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With a single act a life might never be the same.

Sexual assault is being brought to light as Sexual Assault Awareness Month (SAAM) begins in April. SAAM has been observed annually since 2001, and President Barack Obama first proclaimed April as SAAM in 2009. The teal ribbon is traditionally observed as the symbol for the movement.

In the United States, approximately 3.7 million women are sexually assaulted each year. The Navy, along with other military branches, also suffers from unusually high prevalence of sexual assault as over 600 individuals were sexually assaulted in fiscal year 2010 alone.

"To alert you to the scale of the problem, statistics indicate sexual assaults occur in our Navy on average three times a day," said Rear Adm. Denny Moynihan, Chief of Information. "This is simply unacceptable."

SAAM in the Navy looks to break down the barriers around talking about an admittedly uncomfortable topic by discussing the issue around 4 themes: Hurts One, Affects All, Prevention is Everyone's Duty, and We Will Not Tolerate Sexual Assault.

Sailors will attend educational standdowns throughout the month, and a multitude of events will be taking place throughout NDW. This week, particular focus is being put on the effect sexual assault has on the individual, the victim, of sexual assault.

The individual victim can be anyone, and no one is immune because of gender or any other factors. Besides the obvious physical trauma of an assault, the emotional effects can be far-reaching and devastating. According to the Pennsylvania Council Against Rape, effects can include denial, helplessness, dislike of sex, anger, self-blame, anxiety, shame, nightmares, fear, depression, flashbacks, guilt, rationalization, mood-swings, numbness, promiscuity, loneliness, social anxiety, difficulty trusting oneself or others, and difficulty concentrating. These effects can last for years, and in some cases, the rest of one's life.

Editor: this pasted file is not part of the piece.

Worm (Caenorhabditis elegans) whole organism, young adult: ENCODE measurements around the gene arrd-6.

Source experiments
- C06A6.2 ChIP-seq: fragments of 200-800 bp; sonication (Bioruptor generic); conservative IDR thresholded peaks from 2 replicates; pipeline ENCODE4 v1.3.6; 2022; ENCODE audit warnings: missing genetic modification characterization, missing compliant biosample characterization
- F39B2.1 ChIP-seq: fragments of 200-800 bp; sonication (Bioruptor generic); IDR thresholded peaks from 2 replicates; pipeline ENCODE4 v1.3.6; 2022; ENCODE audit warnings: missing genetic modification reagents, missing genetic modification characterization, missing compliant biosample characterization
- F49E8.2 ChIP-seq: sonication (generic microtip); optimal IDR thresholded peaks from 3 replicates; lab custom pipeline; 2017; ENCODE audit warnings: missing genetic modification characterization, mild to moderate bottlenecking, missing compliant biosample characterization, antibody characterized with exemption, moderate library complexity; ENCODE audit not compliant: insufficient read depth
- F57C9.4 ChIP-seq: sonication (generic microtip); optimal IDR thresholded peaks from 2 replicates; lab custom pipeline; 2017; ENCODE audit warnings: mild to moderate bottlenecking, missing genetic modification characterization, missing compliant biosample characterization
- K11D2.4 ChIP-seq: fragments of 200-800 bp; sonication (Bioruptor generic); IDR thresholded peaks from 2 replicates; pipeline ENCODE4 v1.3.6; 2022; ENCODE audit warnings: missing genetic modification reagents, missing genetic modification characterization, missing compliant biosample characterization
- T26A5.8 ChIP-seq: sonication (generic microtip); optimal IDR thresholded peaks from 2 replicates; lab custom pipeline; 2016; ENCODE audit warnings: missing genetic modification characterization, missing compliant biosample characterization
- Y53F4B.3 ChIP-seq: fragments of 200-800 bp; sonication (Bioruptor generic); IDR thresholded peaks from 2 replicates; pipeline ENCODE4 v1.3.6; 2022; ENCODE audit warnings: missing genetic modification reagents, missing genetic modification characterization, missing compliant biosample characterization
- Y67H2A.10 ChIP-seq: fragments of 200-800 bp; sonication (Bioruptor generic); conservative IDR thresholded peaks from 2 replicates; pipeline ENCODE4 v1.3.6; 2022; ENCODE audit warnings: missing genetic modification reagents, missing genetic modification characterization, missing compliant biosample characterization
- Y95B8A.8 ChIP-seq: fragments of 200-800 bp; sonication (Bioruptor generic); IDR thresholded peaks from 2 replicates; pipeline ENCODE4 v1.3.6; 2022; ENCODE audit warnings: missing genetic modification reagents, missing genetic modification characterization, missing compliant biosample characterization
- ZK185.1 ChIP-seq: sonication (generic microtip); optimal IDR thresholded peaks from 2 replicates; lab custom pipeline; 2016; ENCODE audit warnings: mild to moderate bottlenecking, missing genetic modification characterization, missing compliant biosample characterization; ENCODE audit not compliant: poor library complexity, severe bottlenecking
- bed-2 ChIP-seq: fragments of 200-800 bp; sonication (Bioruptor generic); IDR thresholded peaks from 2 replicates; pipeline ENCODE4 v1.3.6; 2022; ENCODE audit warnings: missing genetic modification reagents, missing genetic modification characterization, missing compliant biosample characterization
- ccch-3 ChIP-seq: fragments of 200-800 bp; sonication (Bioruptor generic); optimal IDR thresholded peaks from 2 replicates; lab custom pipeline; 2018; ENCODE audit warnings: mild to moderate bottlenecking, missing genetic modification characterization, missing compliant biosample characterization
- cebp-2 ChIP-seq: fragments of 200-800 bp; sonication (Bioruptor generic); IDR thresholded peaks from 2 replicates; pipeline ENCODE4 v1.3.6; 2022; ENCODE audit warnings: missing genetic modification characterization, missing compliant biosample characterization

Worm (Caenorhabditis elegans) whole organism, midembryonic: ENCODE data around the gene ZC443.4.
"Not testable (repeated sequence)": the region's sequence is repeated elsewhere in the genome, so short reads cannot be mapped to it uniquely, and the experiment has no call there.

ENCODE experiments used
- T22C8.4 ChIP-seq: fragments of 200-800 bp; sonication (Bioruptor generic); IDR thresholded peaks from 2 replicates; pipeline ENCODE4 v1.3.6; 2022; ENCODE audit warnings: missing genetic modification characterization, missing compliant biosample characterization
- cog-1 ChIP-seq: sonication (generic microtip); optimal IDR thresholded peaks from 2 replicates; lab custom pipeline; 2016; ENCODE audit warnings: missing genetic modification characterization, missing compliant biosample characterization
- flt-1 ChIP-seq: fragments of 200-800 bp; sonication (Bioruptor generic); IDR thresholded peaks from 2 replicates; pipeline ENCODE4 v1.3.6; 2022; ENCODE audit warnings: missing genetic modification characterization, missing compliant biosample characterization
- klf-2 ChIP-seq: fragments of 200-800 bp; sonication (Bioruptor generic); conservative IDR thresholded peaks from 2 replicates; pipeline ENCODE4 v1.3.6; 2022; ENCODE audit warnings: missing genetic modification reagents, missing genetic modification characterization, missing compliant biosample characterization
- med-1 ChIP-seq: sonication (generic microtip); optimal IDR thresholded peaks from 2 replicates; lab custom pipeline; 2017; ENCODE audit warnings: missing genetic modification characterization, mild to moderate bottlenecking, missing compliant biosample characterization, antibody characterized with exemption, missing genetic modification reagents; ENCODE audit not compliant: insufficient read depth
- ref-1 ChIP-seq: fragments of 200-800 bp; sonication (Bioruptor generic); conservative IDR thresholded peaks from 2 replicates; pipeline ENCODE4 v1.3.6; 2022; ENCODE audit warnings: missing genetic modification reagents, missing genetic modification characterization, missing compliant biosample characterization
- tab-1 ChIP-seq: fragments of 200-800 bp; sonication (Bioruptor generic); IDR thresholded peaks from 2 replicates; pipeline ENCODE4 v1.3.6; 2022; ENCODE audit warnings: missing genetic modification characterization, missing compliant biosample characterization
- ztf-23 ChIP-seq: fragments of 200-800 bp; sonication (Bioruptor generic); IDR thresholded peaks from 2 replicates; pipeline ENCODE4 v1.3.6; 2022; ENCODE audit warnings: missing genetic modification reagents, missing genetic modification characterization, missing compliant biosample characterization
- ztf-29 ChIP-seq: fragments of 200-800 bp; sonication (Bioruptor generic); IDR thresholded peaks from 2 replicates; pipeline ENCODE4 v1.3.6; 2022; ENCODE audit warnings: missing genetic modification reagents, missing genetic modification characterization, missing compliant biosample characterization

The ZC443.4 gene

"We are committed to preventing sexual assault, and we are dedicated to ensuring victims of sexual assault have access to the resources they need, to include medical care, counseling, criminal investigation support and much more," said Commander, Navy Installations Command Vice Adm. William D. French.

The emphasis on the individual this week is to ensure that all Sailors know, no matter whom they are, that the victims of sexual assaults "are their shipmates". It is unrealistic for one to assume that sexual assault is not their problem since it affects those shipmates, and by extension, his or herself.

"Our Navy has made good progress over the years in reducing sexual assaults, but we're still not where we need to be," said NDW Command Master Chief Leland Moore. "GMT's, standdowns, and awareness of resources available such as hotline numbers and command SAPR's will help Sailors be prepared to act in preventing sexual assaults."